There are other EDOF techniques for addressing the presbyopia problem by modifying the corneal profile. One important method relates to laser-based refractive surgery6770. One of most popular refractive surgery procedures is laser-assisted in situ keratomileusis (LASIK). During the LASIK procedure, refractive surgeons reshape the cornea by removing precise amounts of corneal tissue to correct the patient's degree of refractive error or presbyopia. Today's custom LASIK procedure incorporates the use of a wavefront map, which provides the LASIK surgeon with a 3-D map of the eye that can be transferred directly to the laser. IntraLASIK is similar to traditional LASIK in the sense that it also involves corneal reshaping. The difference lies in the method used to create the flap during the first part of the procedure. The laser-assisted sub-epithelial keratomileusis (LASEK) procedure is another variation of LASIK. The main difference between LASIK and LASEK takes place when the flap is created. The LASEK procedure allows refractive surgeons to save more corneal tissue, making it an excellent treatment option for patients with thin corneas. Epi-LASIK is another variation of the LASIK procedure. During Epi-LASIK, an epikeratome is used to detach a thin layer of tissue in the epithelium. Once this layer of tissue is moved aside, the refractive surgeon can reshape the cornea as done in the traditional LASIK procedure. When corneal reshaping is complete, the refractive surgeon replaces the epithelial tissue and a special contact lens is introduced to promote healing.

In this paper we reviewed a variety of techniques for extending the depth of focus of imaging systems. This field is important for different types of imaging applications involving digital cameras and those designed to cope with presbyopia and regular/irregular astigmatism aberrations or for stopping the progress of myopia in children.

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Hammond  C. M., “ Apparatus and method for reducing imaging errors in imaging systems having an extended depth of field. ,” U.S. Patent No. 6097856 ((2000)).
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Bellucci  R., “ Multifocal intraocular lenses. ,”Curr. Opin. Ophthalmol.. 16, (1 ),33–37  ((2005)).
Campbell  C. E., “ Wavefront measurements of diffractive and refractive multifocal intraocular lenses in an artificial eye. ,”J. Refract Surg.. 24, (3 ),308–311  ((2008)).
Pieh  S., ,Marvan  P., ,Lackner  B., ,Hanselmayer  G., ,Schmidinger  G., ,Leitgeb  R., ,Sticker  M., ,Hitzenberger  C. K., ,Fercher  A. F., , andSkorpik  C., “ Quantitative performance of bifocal and multifocal intraocular lenses in a model eye: point spread function in multifocal intraocular lenses. ,”Arch. Ophthalmol.. 120, (1 ),23–28  ((2002)).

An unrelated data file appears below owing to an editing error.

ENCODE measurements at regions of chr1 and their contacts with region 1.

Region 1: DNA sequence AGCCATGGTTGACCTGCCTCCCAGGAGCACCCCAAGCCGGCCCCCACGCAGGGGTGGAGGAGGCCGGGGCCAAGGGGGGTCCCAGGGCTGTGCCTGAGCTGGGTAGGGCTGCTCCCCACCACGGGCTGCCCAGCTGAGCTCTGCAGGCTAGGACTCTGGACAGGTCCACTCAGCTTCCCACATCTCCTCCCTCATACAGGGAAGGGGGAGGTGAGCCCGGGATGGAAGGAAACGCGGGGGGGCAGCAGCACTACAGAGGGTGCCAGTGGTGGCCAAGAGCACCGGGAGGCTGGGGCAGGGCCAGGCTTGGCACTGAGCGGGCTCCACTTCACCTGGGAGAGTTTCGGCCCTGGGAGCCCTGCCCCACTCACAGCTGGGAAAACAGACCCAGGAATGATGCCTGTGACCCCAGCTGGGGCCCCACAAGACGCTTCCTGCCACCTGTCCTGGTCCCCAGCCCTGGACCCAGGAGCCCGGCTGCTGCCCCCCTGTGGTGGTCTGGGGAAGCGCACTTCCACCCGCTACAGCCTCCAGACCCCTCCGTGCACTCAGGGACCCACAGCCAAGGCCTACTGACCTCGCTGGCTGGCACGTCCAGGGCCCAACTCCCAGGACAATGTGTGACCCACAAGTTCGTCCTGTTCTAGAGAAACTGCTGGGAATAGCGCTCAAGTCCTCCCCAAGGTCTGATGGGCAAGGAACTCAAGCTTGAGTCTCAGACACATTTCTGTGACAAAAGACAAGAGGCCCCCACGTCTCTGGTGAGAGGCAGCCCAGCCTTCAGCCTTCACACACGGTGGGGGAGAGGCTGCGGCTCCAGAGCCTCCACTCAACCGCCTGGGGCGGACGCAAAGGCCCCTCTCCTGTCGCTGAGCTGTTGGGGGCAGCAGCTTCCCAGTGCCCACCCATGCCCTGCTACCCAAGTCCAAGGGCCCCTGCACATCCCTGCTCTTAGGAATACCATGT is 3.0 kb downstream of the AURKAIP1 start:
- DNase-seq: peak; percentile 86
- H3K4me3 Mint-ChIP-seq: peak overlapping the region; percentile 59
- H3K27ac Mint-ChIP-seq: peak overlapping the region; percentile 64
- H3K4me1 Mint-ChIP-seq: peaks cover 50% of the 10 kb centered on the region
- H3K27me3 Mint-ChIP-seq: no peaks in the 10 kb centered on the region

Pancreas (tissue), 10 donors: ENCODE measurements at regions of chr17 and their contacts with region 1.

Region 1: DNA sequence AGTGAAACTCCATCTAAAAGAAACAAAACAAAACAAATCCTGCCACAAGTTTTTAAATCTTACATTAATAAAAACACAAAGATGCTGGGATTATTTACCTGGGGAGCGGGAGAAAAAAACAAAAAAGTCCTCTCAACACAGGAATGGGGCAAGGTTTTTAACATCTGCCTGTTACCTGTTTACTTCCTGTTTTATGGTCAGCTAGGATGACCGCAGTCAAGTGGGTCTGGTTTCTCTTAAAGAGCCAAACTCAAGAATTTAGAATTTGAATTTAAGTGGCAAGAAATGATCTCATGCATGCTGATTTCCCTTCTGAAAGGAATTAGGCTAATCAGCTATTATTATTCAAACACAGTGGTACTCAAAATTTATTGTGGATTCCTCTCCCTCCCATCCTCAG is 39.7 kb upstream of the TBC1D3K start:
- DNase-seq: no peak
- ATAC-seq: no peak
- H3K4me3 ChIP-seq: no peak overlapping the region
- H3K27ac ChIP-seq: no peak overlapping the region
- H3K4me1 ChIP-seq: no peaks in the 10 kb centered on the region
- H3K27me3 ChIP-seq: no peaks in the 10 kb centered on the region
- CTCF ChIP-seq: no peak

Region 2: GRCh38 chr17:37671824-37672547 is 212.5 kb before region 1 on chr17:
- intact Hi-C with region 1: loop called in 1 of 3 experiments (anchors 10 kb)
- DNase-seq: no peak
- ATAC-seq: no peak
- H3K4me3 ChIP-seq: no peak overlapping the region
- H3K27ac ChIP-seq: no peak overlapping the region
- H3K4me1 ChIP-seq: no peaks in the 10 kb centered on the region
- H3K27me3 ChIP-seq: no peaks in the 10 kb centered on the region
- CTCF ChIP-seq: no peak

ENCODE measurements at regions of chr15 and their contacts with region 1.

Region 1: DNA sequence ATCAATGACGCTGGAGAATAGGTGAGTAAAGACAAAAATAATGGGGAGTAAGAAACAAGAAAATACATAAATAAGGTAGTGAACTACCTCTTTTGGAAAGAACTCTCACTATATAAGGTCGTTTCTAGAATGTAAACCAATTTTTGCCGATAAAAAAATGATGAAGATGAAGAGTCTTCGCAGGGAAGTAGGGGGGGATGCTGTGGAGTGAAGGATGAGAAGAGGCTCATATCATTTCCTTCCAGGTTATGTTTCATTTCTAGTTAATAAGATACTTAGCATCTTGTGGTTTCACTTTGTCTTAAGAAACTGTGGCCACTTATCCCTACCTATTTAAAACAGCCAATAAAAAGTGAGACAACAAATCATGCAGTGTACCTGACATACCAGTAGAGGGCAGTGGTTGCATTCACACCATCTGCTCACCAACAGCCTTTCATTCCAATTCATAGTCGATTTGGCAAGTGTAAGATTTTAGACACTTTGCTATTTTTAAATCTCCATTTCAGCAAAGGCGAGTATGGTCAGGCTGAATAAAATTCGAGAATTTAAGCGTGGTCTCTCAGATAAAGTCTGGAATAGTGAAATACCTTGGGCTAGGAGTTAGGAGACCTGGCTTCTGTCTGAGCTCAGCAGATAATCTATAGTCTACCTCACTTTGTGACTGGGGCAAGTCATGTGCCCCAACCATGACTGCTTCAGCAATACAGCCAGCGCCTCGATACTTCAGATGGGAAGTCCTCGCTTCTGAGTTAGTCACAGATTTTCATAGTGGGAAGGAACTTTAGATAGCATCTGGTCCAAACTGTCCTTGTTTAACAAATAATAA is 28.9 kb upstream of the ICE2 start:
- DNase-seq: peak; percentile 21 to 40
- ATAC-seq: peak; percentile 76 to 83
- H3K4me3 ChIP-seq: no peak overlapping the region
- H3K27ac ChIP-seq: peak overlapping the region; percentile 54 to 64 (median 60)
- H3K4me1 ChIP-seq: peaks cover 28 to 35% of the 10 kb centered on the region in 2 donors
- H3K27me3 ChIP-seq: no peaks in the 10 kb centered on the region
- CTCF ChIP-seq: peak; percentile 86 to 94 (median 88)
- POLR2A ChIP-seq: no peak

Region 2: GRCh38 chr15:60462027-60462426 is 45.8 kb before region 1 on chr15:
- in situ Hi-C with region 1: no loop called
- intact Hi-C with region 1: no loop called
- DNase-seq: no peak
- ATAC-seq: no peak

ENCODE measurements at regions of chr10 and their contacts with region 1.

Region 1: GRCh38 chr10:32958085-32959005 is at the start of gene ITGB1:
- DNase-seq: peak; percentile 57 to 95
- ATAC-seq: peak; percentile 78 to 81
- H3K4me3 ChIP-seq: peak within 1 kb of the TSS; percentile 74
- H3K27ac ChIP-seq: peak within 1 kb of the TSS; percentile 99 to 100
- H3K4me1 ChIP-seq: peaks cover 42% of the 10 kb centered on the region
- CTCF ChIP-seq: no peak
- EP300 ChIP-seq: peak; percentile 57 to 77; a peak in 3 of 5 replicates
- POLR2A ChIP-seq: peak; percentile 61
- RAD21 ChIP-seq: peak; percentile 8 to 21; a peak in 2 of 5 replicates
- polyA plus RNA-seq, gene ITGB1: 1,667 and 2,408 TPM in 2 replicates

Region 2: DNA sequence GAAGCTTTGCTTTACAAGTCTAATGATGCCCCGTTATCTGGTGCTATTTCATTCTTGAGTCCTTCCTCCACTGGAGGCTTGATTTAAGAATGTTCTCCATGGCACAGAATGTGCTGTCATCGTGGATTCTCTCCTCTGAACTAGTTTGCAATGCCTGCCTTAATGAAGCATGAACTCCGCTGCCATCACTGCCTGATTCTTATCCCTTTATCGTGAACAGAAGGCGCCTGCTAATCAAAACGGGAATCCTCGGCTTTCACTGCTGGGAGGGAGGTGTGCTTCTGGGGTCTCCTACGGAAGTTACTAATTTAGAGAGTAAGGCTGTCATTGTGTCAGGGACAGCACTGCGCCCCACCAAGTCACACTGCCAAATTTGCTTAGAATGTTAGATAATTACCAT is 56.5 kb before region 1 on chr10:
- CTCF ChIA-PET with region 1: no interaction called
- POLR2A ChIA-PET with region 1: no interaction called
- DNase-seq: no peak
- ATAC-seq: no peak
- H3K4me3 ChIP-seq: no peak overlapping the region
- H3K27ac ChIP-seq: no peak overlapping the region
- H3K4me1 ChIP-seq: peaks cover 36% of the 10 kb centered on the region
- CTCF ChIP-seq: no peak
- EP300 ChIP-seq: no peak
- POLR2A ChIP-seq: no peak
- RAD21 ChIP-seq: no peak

Artigas  J. M., ,Menezo  J. L., ,Peris  C., ,Felipe  A., , andDiaz-Llopis  M., “ Image quality with multifocal intraocular lenses and the effect of pupil size: comparison of refractive and hybrid refractive-diffractive designs. ,”J. Cataract Refract. Surg.. 33, (12 ),2111–2117  ((2007)).
Dick  H. B., “ Accommodative intraocular lenses: current status. ,”Curr. Opin. Ophthalmol.. 16, (1 ),8–26  ((2005)).
Findl  O., andLeydolt  C., “ Meta-analysis of accommodating intraocular lenses. ,”J. Cataract Refract. Surg.. 33, (3 ),522–527  ((2007)).
Cumming  J. S., “ Performance of the crystalens. ,”J. Refract Surg.. 22, (7 ),633–635  ((2006)).
Rana  A., ,Miller  D., , andMagnante  P., “ Understanding the accommodating intraocular lens. ,”J. Cataract Refract. Surg.. 29, (12 ),2284–2287  ((2003)).
Tonekaboni  K., andWhitsett  A. J., “ The IOL horizon: accommodative intraocular lenses. ,”Optometry. 76, (3 ),185–190  ((2005)).
Grosvenor  T., Primary Care Optometry. ,3rd ed., pp.24–26 , Butterworth-Heinemann , Boston  ((1996)).
Grosvenor  T., Primary Care Optometry. ,3rd ed., pp.355–356 , Butterworth-Heinemann , Boston  ((1996)).
Atwood  J. D., “ Presbyopic contact lenses. ,”Curr. Opin. Ophthalmol.. 11, ,296–298  ((2000)).
Rabinowitz  Y. S., “ Keratoconus. ,”Surv. Ophthalmol.. 42, ,297–319  ((1998)).
Zlotnik  A., ,Ben Yaish  S., ,Yehezkel  O., ,Belkin  M., , andZalevsky  Z., “ Thin films as spectacles and contact lenses for aberration-corrected vision via brain adaptation to contrast. ,”J. Vision. 8, (6 ),263  ((2008)).